by Annette Bridges. ©2008. All rights reserved.

Do you believe this?

Usually on Christmas Eve, my family watches the movie, White Christmas, but this year we opted to change our tradition and watched Frank Capra’s legendary It’s a Wonderful Life. Honestly, it had been years since I had seen this inspiring movie.

The story focuses on the desperate and despondent George Bailey played by James Stewart. As you may recall, George mistakenly believes that those he loves will be better off if he were dead, and while contemplating suicide, he even asserts that it would be better for his friends and family if he had never been born.

Fortunately, George has a guardian angel who comes to his rescue and illustrates what the lives of his loved ones and his entire town would have been like if he had never been born. And it’s not good! It turns out that George made the lives of those in his town “wonderful,” and without him people he cared about would either be dead, ruined or miserable.

In one example that illustrated the connectedness of our lives, George saved his younger brother from drowning in childhood, which led to his brother saving the lives of hundreds during World War II. The angel shows George that if he had never been born, his brother would have drowned and hundreds of people would have been killed in the war because his brother would not have been there to save them.

As I think about the new year that is upon us, this movie has reminded me how united and conjoined our lives are to one another — that your life and mine are important and matter to those around us. And I am pondering how my life can indeed make a more positive difference to others during the year ahead.

Imagine the paradigm shift if everyone understood the impact of their actions and words. I cannot help but think that if we believed what we say and do really “matters,” we would destroy apathy and foster empathy and compassion, turning inaction into effective, healing acts.

The movie, It’s a Wonderful Life, beautifully demonstrates the importance of our lives and how we have the potential to make a great difference in the lives of everyone with whom we meet and interact.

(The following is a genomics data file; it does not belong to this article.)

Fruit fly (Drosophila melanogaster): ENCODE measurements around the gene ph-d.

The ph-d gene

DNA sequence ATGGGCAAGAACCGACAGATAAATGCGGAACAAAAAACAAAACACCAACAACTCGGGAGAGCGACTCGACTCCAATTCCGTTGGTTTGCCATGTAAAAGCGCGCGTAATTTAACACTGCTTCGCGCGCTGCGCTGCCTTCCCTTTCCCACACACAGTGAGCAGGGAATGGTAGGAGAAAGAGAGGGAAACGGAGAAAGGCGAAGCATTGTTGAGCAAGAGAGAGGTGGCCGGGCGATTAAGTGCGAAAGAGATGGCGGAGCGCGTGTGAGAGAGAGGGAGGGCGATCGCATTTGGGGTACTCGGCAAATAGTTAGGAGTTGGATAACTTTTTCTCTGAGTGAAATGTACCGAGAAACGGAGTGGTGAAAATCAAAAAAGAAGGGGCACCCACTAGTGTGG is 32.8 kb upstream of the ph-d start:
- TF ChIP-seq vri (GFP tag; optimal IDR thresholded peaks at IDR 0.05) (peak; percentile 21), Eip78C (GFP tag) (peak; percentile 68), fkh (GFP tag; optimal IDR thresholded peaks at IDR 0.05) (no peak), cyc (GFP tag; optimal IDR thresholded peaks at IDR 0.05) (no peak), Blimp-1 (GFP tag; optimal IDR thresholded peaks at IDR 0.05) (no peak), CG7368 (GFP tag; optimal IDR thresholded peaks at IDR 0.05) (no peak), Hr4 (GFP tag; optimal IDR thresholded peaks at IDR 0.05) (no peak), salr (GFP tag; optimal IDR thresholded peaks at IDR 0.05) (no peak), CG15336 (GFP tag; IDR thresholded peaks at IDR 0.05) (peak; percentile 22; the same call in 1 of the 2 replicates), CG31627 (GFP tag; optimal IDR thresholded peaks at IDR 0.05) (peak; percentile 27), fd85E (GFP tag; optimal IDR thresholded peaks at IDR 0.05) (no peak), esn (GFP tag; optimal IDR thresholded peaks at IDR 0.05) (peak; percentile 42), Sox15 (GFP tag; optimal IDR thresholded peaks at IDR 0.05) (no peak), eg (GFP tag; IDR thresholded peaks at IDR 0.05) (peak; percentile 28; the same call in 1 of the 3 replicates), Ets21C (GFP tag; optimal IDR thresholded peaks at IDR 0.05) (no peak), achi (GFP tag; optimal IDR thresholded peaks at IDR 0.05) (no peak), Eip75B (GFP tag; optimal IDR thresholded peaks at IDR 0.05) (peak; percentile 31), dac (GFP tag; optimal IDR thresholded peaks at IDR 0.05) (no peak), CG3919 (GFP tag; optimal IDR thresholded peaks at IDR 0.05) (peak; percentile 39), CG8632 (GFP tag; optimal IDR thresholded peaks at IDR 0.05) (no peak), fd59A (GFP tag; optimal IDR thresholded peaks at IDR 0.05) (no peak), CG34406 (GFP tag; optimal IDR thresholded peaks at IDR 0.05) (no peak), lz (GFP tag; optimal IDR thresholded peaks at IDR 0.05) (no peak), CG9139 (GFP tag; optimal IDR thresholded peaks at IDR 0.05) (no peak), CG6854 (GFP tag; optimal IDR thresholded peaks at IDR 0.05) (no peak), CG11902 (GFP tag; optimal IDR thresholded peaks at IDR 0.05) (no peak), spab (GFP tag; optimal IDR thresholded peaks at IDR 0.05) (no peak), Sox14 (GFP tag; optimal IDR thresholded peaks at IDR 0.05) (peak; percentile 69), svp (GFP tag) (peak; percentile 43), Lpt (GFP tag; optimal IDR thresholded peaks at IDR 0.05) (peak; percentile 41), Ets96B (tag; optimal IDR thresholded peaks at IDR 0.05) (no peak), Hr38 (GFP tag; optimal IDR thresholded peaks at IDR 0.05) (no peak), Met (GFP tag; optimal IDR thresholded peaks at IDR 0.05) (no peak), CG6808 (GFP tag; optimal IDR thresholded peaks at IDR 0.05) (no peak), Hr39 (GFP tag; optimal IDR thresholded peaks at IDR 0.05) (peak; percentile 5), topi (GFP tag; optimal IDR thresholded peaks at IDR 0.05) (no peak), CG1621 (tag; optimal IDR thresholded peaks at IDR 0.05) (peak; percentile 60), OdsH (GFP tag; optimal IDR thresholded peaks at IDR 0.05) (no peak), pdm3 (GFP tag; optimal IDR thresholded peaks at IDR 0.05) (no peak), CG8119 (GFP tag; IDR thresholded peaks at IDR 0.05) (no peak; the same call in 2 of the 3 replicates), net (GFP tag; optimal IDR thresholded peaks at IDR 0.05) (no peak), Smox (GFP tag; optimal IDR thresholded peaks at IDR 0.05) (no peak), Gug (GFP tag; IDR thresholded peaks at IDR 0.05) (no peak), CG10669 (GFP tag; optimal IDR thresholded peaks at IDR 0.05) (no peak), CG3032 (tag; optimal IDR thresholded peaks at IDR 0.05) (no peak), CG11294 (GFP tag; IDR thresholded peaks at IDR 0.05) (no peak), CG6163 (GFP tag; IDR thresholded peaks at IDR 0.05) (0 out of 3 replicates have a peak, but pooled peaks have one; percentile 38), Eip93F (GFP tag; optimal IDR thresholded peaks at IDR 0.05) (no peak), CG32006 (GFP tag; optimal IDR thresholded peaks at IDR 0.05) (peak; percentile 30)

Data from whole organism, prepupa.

Jesus taught the importance of each one of us in his parable of a hundred sheep. He asked, “What man of you, having an hundred sheep, if he lose one of them, doth not leave the ninety and nine in the wilderness, and go after that which is lost, until he finds it?” And he continued, “And when he hath found it, he layeth it on his shoulders, rejoicing. And when he cometh home, he calleth together his friends and neighbours, saying unto them, Rejoice with me; for I have found my sheep which was lost.” (Luke 15:4-6)

Truly each of us is precious in His sight — equally important, needed and necessary! Not one is expendable. By our very existence, we make a difference in the world. With every word we speak and every action we take, we impact those around us for better or for worse. Our opinions, beliefs and prayers affect those we embrace in our thoughts. Indeed, we each have the power to make a positive difference in the lives of others.

The life of George Bailey is an example of how we make a difference in the lives of everyone around us whether we believe we do or not. But imagine the possibilities when we understand that we do make a difference and that we want that difference to be good.

Therefore friends, if you take the words of Mahatma Gandhi to heart and resolve to “Be the difference you want to see in the world,” what a wonderful New Year this will be!